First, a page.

For couples who really want to micromanage their fertility, FAM can even be combined with the Shettles method to give parents a fairly decent shot at choosing the sex of their baby. The method is based on the principle that "male" sperm swim faster, but "female" sperm live longer. Thus, by timing intercourse very close to ovulation or a few days before it, couples can maximise the chances that the right sperm will get to the egg first. It sounds like an old wives' tale, and various studies have either emphatically confirmed or drastically debunked the theory - but for parents with a strong gender preference, it may be worth a try.
The part that really gets women inspired about FAM, however, is its ability to connect seemingly random symptoms to the menstrual cycle. Savvy charters can pinpoint everything from nausea to migraines to specific points in their cycles. My sister, a single woman who charts out of pure medical geekery, has noticed perfume smells better on her during her follicular phase. Other women have correlated their cycles to food sensitivities, unusual dreams, their desire for another baby and even their tendency to spend money! These women can arrange their lives accordingly, whether they schedule social functions during their most outgoing phase or stock up on dark chocolate when they know their period is due.
A lot of women who use FAM look at it from a Gaia-ish, fertility goddess sisterhood perspective. I'm not one of them. To me, the mysteries of the female body are generally a pain in the Fallopian tubes - and last time I tried to tune into my body all I got was an eerie certainty that my unborn child was a boy. She wasn't. But when she enters her preteen years, I will be teaching her exactly how the principles of Fertility Awareness Management can help her understand the quirks of her body, and how she will one day be able to use the method to achieve or avoid pregnancies if she chooses. I believe that knowledge is her birthright.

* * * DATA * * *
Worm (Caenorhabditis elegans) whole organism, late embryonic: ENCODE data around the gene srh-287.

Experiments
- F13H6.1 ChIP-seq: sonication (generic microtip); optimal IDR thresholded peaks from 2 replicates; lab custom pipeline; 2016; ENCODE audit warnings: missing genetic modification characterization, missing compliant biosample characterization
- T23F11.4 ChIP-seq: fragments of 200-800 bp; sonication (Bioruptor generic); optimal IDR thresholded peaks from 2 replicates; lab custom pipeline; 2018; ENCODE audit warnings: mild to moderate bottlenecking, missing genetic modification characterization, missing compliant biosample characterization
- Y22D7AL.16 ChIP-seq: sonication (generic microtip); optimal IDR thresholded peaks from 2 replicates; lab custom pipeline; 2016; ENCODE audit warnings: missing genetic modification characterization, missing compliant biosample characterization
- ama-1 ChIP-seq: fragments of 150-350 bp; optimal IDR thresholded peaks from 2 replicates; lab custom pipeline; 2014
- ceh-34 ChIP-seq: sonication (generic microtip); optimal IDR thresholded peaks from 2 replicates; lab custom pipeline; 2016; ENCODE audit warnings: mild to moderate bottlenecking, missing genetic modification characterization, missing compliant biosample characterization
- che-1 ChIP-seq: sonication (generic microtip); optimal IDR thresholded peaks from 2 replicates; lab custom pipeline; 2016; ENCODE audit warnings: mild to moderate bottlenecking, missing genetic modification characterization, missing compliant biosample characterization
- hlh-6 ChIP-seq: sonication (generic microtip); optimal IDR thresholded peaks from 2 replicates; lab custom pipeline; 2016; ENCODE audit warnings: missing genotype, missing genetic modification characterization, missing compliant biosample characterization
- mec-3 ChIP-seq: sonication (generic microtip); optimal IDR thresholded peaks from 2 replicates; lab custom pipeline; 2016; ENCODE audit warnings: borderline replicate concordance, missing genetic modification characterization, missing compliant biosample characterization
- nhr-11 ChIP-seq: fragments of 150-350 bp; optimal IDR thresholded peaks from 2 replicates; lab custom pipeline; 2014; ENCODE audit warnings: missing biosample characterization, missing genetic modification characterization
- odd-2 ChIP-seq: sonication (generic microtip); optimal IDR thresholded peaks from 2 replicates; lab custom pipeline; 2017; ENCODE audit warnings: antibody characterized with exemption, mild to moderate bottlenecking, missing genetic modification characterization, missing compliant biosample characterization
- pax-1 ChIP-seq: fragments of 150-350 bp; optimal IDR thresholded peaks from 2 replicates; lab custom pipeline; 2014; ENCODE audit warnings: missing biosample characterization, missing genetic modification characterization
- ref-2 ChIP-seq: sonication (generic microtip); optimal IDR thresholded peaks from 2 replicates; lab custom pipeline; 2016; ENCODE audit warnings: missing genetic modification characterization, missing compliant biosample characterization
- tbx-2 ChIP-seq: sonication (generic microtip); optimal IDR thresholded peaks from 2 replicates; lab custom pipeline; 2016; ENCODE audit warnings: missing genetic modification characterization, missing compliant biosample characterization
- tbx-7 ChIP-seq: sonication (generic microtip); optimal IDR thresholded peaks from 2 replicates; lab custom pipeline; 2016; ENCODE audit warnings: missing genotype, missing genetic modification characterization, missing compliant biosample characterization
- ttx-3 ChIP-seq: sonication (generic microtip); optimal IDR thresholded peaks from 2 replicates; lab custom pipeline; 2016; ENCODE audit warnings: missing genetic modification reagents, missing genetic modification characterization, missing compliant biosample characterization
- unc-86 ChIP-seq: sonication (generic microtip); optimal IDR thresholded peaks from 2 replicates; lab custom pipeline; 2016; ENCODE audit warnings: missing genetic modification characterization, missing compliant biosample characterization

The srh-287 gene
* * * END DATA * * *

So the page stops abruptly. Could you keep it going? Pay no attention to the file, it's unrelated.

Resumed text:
Want to learn FAM?
Toni Weschler's book Taking Charge of Your Fertility is a hefty, but worthwhile, read. Weschler approaches the subject with humour and plenty of anecdotes, and drills the rules of FAM chapter after chapter without becoming boring. The book includes examples of real women's charts, photos of cervical fluid, and information about using FAM during tricky times such as breastfeeding and peri-menopause. Weschler has also written a book about charting for teens, Cycle Savvy.
The Billings Method, by Drs Evelyn Billings and Ann Westmore is a clear and readable how-to guide for the simpler form of FAM, which uses only cervical fluid to indicate fertility.
The website www.naturalfertility.co.nz is an FAM teaching organisation that works closely with other New Zealand fertility-related organisations. Natural Fertility offers accredited educators to teach couples FAM in person.
Sarah Tennant lives in Hamilton with her husband Dominic and daughter Rowan.
AS FEATURED IN ISSUE 10 OF OHbaby! MAGAZINE. CHECK OUT OTHER ARTICLES IN THIS ISSUE BELOW